Peace - Custos of Portland confident parish will retain status as safest in island
Custos of Portland Lincoln Thaxter is confident that the parish will retain its status as being the safest in the island despite a 150 per cent increase in murders so far this year when compared to the same period last year.
With just five murders so far this year, Portland remains among the parishes with the fewest murders. But some residents have expressed concern that at this time last year, only two murders had occurred in the parish.
Thaxter told The Gleaner that while the incidents of murder might appear to be a reason for concern, the future was bright for Portland as the residents possessed a caring attitude for each other and were always vigilant.
"We have managed to maintain a low crime rate through good relations among community residents," said Thaxter.
"People are familiar with each other, and there is the issue of real community value, where they look out for each other. Strange persons or suspicious activities are reported to the police, who enjoy an excellent relationship with residents," said the custos. "This kind of caring attitude is replicated in most communities throughout this parish," he added.
According to Thaxter, the police Community Safety and Security Branch is very active throughout the parish, with its members providing inspirational talks and workshops to help Portlanders learn how best to settle disputes peacefully.
The custos argued that while the unattached youth possessed some level of problems in the parish, most remained under the umbrella of the family structure, which, to some extent, helped them to maintain good values and attitudes.
"We are now focusing on restorative justice to stem crime among the youth at the Portland Justice Centre. Children who run afoul of the law, with the exception of murder and other serious crimes, are sent here so that the proper counselling session can take place.
"They undergo counselling and are, therefore, kept out of lock-ups. Domestic violence is one of the main contributory factors to the increase in the crime rate in this parish, but in my own estimation, unemployment also contributes heavily to crime in this peaceful parish," said Thaxter.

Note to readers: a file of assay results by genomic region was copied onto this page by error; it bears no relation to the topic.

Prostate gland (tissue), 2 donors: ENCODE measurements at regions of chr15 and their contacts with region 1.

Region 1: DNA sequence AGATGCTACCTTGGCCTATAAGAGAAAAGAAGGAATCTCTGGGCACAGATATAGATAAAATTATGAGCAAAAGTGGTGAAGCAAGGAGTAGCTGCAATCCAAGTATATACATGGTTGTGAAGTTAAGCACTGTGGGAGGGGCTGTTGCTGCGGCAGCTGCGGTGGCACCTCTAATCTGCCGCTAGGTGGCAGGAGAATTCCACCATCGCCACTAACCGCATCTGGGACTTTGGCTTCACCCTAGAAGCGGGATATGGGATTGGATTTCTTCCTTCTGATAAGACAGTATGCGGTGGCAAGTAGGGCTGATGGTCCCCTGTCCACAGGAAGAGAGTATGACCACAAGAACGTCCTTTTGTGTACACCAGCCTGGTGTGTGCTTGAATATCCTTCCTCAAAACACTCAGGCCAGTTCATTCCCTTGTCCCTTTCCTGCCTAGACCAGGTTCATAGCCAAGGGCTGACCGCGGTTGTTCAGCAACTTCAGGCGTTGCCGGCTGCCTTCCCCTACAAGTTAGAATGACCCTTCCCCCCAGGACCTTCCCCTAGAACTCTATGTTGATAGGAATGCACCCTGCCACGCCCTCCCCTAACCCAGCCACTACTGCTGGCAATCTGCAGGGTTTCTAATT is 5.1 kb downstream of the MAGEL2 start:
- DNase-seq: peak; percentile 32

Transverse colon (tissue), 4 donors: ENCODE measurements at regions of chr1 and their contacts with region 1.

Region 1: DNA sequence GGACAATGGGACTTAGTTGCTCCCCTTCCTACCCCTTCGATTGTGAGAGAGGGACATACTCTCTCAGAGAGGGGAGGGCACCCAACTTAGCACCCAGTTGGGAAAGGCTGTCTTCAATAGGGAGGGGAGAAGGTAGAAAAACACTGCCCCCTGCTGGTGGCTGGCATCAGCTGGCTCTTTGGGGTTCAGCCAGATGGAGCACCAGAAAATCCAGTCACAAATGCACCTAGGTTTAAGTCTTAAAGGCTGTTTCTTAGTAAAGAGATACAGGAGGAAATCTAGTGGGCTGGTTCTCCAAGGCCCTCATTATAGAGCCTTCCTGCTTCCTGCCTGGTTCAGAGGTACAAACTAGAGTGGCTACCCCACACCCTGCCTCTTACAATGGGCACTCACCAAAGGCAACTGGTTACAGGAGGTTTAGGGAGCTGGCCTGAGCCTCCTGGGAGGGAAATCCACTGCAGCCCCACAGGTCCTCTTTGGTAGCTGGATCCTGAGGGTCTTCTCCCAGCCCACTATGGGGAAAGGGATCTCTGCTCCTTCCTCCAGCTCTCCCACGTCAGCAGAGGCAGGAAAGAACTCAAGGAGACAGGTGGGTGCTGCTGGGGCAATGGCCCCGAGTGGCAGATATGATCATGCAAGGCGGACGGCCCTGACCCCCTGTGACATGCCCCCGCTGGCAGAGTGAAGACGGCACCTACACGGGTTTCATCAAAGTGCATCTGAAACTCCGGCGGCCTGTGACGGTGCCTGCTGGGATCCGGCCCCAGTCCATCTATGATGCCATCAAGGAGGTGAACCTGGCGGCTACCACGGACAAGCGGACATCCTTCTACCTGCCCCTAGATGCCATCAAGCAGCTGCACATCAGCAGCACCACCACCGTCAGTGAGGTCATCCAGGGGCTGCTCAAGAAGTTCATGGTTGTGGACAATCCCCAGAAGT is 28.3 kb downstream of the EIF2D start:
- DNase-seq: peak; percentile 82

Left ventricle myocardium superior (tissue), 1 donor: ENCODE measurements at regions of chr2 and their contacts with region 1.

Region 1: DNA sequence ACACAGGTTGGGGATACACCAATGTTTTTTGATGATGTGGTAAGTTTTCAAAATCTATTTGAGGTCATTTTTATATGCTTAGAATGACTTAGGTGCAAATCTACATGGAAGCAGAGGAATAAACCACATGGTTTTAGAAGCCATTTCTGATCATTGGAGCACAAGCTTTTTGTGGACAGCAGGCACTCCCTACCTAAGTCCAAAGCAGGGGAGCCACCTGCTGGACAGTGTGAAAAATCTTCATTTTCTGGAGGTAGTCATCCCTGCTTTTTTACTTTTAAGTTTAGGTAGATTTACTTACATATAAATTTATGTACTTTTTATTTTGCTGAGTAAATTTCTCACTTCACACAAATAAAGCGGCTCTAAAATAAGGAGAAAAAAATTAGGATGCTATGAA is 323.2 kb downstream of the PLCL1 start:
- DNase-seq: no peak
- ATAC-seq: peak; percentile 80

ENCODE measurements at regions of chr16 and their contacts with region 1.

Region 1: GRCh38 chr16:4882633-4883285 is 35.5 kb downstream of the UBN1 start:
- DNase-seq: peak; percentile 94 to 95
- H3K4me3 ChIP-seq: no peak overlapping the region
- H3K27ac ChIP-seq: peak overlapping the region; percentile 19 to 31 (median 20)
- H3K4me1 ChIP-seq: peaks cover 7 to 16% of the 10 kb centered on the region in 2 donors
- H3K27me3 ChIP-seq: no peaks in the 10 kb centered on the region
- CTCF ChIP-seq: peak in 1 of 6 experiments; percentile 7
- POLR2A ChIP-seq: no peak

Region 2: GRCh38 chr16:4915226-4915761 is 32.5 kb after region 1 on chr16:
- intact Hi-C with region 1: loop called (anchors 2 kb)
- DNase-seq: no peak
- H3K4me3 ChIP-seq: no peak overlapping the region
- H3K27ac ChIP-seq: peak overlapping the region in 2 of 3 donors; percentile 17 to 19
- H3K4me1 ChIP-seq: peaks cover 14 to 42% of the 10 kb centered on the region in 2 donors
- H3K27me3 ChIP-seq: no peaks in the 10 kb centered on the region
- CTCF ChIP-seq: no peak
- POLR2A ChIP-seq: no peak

We need to be careful that we don't become the west - Custos
There is no place for bad men and badness in the eastern Jamaica parish of Portland.
This is what Lincoln Thaxter, custos of Portland, told The Gleaner that the parish had no identifiable crime hot spots.
According to Thaxter, although the gun has figured heavily in most of the crimes committed in the parish, this was not an issue and there was nowhere for migrant criminals to hide.
"Unlike Montego Bay (St James), we have the luxury of community residents knowing each other. What is normal for Montego Bay is abnormal for us," said Thaxter.
"Yes, there are parishes in the west that once enjoyed a crime-free status like us, but over time, they have been transformed into a breeding ground for criminals," said Thaxter. "We, too, need to be careful and to provide the police with the necessary information for them to act or respond to any such threat," the custos stated from his new office at the Buff Bay Courthouse.
Proper parenting keeping Portland community peaceful
Residents of Clear Spring in east Portland are adamant that proper parenting has played a key role in keeping their community relatively crime-free throughout the years.
But they are now worried that social challenges threaten to pull youngsters the wrong way.
"We need more jobs in here. That is the thing. Because if all the youths have something to do, then none of them will be on the road idling. Them need some jobs where they can go and learn," said Joe, a resident of the sleepy district.
"You have good parents here, and that helps because a man not going to see another man child doing wrong and don't do anything. That is one thing with here. But we still want something for them (youths) to do," continued Joe, as 'Brown Man', another customer in a small bar in Clear Spring on Monday, chimed in.
"Back in my days, children used to be afraid to do bad things in the community. That still goes on, but things are slowly changing now," said Brown Man.
"Now, if a boy does something and you see and beat him, is war the parents want to war. It cannot work so. That is why some of the youths get themselves into trouble," he lamented.